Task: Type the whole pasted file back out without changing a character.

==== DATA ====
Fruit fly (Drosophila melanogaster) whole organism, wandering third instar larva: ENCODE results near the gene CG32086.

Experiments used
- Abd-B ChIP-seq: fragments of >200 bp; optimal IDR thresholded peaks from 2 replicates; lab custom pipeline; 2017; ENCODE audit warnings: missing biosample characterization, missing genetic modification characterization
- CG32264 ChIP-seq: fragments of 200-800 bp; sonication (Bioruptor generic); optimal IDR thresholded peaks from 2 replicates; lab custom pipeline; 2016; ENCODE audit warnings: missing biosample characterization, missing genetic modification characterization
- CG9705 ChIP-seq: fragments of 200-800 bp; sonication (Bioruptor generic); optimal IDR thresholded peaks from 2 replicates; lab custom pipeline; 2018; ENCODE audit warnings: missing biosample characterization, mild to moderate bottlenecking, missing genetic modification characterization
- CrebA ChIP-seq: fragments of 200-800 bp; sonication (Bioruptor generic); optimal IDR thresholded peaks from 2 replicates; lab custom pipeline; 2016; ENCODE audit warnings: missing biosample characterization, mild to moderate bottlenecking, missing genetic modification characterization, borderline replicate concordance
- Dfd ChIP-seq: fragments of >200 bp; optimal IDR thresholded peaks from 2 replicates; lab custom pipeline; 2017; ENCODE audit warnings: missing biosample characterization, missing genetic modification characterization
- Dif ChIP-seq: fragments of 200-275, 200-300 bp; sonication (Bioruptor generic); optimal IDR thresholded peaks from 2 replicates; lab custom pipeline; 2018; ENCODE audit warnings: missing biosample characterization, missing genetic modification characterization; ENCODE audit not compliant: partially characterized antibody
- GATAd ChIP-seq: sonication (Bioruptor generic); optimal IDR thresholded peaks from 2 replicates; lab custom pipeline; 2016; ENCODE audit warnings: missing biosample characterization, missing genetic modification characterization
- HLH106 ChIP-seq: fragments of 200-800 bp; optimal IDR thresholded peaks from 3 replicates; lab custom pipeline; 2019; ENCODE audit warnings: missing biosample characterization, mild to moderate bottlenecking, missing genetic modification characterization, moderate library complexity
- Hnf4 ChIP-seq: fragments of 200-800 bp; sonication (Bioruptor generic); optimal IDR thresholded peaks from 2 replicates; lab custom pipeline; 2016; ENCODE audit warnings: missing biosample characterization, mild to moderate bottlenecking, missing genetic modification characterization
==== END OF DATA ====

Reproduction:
Fruit fly (Drosophila melanogaster) whole organism, wandering third instar larva: ENCODE results near the gene CG32086.

Experiments used
- Abd-B ChIP-seq: fragments of >200 bp; optimal IDR thresholded peaks from 2 replicates; lab custom pipeline; 2017; ENCODE audit warnings: missing biosample characterization, missing genetic modification characterization
- CG32264 ChIP-seq: fragments of 200-800 bp; sonication (Bioruptor generic); optimal IDR thresholded peaks from 2 replicates; lab custom pipeline; 2016; ENCODE audit warnings: missing biosample characterization, missing genetic modification characterization
- CG9705 ChIP-seq: fragments of 200-800 bp; sonication (Bioruptor generic); optimal IDR thresholded peaks from 2 replicates; lab custom pipeline; 2018; ENCODE audit warnings: missing biosample characterization, mild to moderate bottlenecking, missing genetic modification characterization
- CrebA ChIP-seq: fragments of 200-800 bp; sonication (Bioruptor generic); optimal IDR thresholded peaks from 2 replicates; lab custom pipeline; 2016; ENCODE audit warnings: missing biosample characterization, mild to moderate bottlenecking, missing genetic modification characterization, borderline replicate concordance
- Dfd ChIP-seq: fragments of >200 bp; optimal IDR thresholded peaks from 2 replicates; lab custom pipeline; 2017; ENCODE audit warnings: missing biosample characterization, missing genetic modification characterization
- Dif ChIP-seq: fragments of 200-275, 200-300 bp; sonication (Bioruptor generic); optimal IDR thresholded peaks from 2 replicates; lab custom pipeline; 2018; ENCODE audit warnings: missing biosample characterization, missing genetic modification characterization; ENCODE audit not compliant: partially characterized antibody
- GATAd ChIP-seq: sonication (Bioruptor generic); optimal IDR thresholded peaks from 2 replicates; lab custom pipeline; 2016; ENCODE audit warnings: missing biosample characterization, missing genetic modification characterization
- HLH106 ChIP-seq: fragments of 200-800 bp; optimal IDR thresholded peaks from 3 replicates; lab custom pipeline; 2019; ENCODE audit warnings: missing biosample characterization, mild to moderate bottlenecking, missing genetic modification characterization, moderate library complexity
- Hnf4 ChIP-seq: fragments of 200-800 bp; sonication (Bioruptor generic); optimal IDR thresholded peaks from 2 replicates; lab custom pipeline; 2016; ENCODE audit warnings: missing biosample characterization, mild to moderate bottlenecking, missing genetic modification characterization